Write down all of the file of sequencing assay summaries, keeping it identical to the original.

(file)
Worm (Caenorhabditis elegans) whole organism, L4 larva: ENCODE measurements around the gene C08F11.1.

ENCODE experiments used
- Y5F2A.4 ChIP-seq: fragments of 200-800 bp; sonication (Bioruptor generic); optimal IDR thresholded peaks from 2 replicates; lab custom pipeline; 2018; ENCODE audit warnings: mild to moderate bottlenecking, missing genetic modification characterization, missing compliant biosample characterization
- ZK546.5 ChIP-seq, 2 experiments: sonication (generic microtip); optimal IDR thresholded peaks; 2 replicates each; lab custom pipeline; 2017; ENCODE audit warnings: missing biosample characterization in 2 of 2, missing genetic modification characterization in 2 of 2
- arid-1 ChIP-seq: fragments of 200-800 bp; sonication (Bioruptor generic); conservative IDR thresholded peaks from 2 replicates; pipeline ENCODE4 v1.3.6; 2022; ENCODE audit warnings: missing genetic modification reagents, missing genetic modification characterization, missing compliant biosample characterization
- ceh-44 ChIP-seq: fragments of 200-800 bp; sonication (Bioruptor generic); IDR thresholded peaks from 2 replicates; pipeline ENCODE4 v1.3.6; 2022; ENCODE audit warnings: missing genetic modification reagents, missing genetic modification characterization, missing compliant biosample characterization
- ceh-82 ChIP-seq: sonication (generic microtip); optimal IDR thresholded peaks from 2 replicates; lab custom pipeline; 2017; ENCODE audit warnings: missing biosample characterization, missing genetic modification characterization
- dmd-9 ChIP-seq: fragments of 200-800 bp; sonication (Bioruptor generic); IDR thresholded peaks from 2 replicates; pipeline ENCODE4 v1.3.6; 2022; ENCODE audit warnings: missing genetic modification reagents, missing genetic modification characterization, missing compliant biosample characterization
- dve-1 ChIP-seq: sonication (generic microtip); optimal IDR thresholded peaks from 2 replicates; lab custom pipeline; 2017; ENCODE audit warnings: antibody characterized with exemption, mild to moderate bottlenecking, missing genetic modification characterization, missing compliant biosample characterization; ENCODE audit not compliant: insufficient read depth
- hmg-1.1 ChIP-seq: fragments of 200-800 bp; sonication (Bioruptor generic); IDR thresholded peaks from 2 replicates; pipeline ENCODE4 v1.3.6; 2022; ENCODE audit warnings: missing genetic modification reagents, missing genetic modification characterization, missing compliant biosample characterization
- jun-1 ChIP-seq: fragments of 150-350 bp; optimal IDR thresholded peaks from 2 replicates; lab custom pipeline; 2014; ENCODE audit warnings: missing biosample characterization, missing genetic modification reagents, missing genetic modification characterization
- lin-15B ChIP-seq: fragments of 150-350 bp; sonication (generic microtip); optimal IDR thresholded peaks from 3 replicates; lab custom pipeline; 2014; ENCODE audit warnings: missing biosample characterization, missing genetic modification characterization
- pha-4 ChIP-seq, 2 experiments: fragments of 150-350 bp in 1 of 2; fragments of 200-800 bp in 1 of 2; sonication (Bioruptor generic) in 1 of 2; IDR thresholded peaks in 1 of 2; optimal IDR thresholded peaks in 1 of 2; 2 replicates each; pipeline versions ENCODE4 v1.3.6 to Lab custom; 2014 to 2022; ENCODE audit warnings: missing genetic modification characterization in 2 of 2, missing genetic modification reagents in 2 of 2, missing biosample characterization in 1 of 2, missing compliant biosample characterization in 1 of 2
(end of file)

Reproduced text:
Worm (Caenorhabditis elegans) whole organism, L4 larva: ENCODE measurements around the gene C08F11.1.

ENCODE experiments used
- Y5F2A.4 ChIP-seq: fragments of 200-800 bp; sonication (Bioruptor generic); optimal IDR thresholded peaks from 2 replicates; lab custom pipeline; 2018; ENCODE audit warnings: mild to moderate bottlenecking, missing genetic modification characterization, missing compliant biosample characterization
- ZK546.5 ChIP-seq, 2 experiments: sonication (generic microtip); optimal IDR thresholded peaks; 2 replicates each; lab custom pipeline; 2017; ENCODE audit warnings: missing biosample characterization in 2 of 2, missing genetic modification characterization in 2 of 2
- arid-1 ChIP-seq: fragments of 200-800 bp; sonication (Bioruptor generic); conservative IDR thresholded peaks from 2 replicates; pipeline ENCODE4 v1.3.6; 2022; ENCODE audit warnings: missing genetic modification reagents, missing genetic modification characterization, missing compliant biosample characterization
- ceh-44 ChIP-seq: fragments of 200-800 bp; sonication (Bioruptor generic); IDR thresholded peaks from 2 replicates; pipeline ENCODE4 v1.3.6; 2022; ENCODE audit warnings: missing genetic modification reagents, missing genetic modification characterization, missing compliant biosample characterization
- ceh-82 ChIP-seq: sonication (generic microtip); optimal IDR thresholded peaks from 2 replicates; lab custom pipeline; 2017; ENCODE audit warnings: missing biosample characterization, missing genetic modification characterization
- dmd-9 ChIP-seq: fragments of 200-800 bp; sonication (Bioruptor generic); IDR thresholded peaks from 2 replicates; pipeline ENCODE4 v1.3.6; 2022; ENCODE audit warnings: missing genetic modification reagents, missing genetic modification characterization, missing compliant biosample characterization
- dve-1 ChIP-seq: sonication (generic microtip); optimal IDR thresholded peaks from 2 replicates; lab custom pipeline; 2017; ENCODE audit warnings: antibody characterized with exemption, mild to moderate bottlenecking, missing genetic modification characterization, missing compliant biosample characterization; ENCODE audit not compliant: insufficient read depth
- hmg-1.1 ChIP-seq: fragments of 200-800 bp; sonication (Bioruptor generic); IDR thresholded peaks from 2 replicates; pipeline ENCODE4 v1.3.6; 2022; ENCODE audit warnings: missing genetic modification reagents, missing genetic modification characterization, missing compliant biosample characterization
- jun-1 ChIP-seq: fragments of 150-350 bp; optimal IDR thresholded peaks from 2 replicates; lab custom pipeline; 2014; ENCODE audit warnings: missing biosample characterization, missing genetic modification reagents, missing genetic modification characterization
- lin-15B ChIP-seq: fragments of 150-350 bp; sonication (generic microtip); optimal IDR thresholded peaks from 3 replicates; lab custom pipeline; 2014; ENCODE audit warnings: missing biosample characterization, missing genetic modification characterization
- pha-4 ChIP-seq, 2 experiments: fragments of 150-350 bp in 1 of 2; fragments of 200-800 bp in 1 of 2; sonication (Bioruptor generic) in 1 of 2; IDR thresholded peaks in 1 of 2; optimal IDR thresholded peaks in 1 of 2; 2 replicates each; pipeline versions ENCODE4 v1.3.6 to Lab custom; 2014 to 2022; ENCODE audit warnings: missing genetic modification characterization in 2 of 2, missing genetic modification reagents in 2 of 2, missing biosample characterization in 1 of 2, missing compliant biosample characterization in 1 of 2